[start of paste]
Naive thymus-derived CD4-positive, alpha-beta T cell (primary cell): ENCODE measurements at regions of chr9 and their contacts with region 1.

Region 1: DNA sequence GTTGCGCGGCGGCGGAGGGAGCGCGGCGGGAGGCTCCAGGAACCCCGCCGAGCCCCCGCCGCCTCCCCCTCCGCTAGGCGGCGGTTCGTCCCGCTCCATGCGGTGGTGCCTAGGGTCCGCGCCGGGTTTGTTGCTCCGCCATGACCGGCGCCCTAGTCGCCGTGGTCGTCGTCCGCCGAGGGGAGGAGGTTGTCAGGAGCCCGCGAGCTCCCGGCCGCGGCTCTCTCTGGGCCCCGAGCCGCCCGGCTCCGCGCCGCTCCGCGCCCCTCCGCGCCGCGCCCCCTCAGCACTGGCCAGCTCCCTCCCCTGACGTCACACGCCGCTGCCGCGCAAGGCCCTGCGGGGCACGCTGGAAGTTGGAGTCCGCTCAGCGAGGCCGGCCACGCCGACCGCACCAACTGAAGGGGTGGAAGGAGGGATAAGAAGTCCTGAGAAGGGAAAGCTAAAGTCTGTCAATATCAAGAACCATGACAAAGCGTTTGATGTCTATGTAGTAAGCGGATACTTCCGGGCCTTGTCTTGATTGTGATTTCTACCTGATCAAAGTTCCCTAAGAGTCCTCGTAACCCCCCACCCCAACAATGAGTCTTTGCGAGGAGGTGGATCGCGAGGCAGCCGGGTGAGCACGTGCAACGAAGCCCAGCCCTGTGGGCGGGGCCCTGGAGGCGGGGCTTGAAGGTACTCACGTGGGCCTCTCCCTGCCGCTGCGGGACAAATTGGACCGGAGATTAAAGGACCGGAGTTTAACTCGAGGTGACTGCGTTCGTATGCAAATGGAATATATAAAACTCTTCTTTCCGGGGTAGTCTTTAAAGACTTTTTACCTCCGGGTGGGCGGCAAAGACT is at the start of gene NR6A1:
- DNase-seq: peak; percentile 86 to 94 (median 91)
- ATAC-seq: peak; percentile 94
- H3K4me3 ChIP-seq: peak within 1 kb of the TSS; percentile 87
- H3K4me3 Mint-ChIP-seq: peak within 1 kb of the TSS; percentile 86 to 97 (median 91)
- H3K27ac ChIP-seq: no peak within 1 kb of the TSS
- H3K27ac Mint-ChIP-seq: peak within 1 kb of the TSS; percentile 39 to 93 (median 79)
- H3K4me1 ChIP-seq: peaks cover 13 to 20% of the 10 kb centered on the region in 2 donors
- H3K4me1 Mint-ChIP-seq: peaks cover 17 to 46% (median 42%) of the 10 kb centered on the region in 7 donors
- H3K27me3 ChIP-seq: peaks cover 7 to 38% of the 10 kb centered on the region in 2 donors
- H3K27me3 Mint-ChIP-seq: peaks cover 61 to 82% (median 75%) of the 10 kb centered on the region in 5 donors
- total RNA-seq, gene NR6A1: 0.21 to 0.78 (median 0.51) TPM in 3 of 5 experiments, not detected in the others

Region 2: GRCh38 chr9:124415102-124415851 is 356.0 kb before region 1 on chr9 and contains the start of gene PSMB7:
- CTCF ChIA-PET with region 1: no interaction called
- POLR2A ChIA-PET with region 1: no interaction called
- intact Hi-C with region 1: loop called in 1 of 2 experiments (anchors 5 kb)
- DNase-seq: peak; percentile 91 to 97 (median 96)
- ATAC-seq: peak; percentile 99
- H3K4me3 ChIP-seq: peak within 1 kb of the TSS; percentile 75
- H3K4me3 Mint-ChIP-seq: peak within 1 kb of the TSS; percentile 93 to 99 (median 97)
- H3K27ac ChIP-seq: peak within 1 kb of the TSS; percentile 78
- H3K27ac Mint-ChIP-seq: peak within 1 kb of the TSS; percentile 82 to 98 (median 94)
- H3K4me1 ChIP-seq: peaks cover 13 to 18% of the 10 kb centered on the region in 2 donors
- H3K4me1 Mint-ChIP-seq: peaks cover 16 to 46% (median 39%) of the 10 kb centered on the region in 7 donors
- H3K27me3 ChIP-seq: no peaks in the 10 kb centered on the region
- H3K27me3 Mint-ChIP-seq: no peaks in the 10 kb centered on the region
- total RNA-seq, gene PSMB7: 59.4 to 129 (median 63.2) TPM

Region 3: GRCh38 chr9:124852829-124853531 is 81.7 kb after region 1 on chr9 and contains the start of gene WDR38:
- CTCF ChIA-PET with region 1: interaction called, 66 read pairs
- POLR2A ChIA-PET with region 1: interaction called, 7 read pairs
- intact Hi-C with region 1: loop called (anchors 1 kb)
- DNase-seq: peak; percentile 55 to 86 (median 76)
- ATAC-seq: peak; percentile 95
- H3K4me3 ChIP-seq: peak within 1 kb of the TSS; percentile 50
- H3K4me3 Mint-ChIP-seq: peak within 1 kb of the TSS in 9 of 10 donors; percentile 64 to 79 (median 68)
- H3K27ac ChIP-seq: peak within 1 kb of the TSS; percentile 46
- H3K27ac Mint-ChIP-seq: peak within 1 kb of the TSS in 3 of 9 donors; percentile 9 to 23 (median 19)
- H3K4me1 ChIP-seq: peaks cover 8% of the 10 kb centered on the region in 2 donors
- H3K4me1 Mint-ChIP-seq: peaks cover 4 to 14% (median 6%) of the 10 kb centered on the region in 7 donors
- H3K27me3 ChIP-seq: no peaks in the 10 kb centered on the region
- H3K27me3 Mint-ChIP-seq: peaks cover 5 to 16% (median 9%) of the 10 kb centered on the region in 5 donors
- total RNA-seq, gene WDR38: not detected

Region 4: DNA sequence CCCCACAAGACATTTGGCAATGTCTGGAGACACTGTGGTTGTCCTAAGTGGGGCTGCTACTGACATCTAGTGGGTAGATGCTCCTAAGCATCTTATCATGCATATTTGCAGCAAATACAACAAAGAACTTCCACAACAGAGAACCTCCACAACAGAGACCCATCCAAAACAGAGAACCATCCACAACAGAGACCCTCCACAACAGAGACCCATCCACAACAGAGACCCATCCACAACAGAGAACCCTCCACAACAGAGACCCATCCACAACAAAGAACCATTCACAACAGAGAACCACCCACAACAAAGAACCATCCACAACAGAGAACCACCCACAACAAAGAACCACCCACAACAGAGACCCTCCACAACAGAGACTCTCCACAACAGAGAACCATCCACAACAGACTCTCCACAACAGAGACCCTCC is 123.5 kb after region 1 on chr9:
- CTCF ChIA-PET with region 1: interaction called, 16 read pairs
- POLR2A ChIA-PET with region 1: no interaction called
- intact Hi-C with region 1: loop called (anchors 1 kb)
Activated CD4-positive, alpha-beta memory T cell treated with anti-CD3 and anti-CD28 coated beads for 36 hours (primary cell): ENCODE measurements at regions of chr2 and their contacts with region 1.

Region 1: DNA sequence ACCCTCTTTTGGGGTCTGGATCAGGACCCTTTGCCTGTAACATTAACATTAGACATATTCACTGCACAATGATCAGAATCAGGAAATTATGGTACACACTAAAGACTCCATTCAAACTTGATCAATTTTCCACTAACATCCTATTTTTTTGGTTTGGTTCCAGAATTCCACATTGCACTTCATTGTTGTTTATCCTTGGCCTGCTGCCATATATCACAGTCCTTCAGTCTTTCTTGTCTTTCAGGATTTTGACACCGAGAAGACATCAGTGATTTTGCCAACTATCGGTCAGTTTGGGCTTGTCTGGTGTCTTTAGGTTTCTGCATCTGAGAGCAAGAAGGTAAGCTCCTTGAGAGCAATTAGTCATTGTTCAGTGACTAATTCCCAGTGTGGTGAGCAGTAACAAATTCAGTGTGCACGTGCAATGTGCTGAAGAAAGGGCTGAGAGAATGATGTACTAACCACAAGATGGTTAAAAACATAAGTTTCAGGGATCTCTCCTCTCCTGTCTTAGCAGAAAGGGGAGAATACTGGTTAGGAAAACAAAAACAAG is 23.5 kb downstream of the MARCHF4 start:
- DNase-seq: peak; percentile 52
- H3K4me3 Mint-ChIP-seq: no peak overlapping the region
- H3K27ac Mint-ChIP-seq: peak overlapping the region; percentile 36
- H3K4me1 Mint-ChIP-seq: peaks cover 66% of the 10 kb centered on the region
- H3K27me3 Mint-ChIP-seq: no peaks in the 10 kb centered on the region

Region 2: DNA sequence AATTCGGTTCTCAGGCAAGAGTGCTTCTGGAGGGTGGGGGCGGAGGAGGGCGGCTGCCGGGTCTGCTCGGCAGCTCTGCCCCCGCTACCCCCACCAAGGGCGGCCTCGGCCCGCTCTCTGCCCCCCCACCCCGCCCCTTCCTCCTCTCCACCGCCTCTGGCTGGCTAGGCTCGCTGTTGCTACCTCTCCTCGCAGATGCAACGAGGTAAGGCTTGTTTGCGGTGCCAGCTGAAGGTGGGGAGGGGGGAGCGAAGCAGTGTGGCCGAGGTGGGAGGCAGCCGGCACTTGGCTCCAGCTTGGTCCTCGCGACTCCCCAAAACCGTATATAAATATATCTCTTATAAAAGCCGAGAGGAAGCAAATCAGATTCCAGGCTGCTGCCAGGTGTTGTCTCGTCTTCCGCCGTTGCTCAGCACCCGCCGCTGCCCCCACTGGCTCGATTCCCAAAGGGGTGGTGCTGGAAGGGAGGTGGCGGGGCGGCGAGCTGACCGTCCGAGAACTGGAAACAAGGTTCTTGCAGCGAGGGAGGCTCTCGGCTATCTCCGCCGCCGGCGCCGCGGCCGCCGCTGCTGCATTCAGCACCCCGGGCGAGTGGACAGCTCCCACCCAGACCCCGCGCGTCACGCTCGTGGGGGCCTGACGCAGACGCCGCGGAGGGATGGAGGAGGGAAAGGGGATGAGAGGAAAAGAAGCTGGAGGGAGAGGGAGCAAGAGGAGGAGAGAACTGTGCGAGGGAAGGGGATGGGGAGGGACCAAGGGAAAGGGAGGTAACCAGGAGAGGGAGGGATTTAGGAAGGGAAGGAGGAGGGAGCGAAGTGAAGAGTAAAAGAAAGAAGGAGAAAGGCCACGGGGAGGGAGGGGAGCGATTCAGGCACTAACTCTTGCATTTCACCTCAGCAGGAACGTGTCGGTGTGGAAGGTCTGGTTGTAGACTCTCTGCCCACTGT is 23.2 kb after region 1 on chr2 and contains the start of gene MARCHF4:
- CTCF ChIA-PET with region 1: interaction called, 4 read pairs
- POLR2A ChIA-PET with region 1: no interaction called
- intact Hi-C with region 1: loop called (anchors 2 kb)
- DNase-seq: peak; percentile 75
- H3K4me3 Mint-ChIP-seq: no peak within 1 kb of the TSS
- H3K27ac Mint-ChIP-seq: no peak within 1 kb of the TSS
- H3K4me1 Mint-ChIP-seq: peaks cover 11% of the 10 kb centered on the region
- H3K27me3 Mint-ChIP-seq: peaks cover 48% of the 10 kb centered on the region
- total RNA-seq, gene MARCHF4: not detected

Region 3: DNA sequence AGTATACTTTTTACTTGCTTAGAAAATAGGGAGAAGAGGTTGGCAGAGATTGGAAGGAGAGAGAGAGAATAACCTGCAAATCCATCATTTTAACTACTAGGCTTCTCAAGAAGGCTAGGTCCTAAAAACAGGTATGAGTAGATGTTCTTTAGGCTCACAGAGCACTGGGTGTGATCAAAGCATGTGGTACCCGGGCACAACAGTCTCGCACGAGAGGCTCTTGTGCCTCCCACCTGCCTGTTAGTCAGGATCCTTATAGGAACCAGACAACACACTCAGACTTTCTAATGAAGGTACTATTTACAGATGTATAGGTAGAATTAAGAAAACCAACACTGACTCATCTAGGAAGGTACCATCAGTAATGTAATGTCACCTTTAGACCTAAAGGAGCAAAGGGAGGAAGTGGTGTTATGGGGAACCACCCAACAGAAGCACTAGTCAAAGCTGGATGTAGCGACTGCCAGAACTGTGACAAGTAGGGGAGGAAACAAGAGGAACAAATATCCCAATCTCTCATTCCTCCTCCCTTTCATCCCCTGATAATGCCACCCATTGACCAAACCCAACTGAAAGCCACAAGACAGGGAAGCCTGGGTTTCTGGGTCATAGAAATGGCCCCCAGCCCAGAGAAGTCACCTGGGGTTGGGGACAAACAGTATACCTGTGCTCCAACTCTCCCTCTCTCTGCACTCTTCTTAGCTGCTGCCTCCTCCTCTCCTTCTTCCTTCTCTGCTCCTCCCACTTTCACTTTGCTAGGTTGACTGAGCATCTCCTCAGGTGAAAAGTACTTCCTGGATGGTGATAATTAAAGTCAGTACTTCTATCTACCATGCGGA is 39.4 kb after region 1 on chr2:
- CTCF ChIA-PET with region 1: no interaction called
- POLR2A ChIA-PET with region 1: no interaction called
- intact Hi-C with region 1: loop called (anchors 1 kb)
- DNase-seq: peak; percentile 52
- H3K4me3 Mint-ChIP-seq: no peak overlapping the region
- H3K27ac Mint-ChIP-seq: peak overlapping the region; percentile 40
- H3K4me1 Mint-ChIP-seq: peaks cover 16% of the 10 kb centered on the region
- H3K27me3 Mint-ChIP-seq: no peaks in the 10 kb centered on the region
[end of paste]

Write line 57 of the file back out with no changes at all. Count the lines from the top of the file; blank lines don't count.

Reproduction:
- POLR2A ChIA-PET with region 1: no interaction called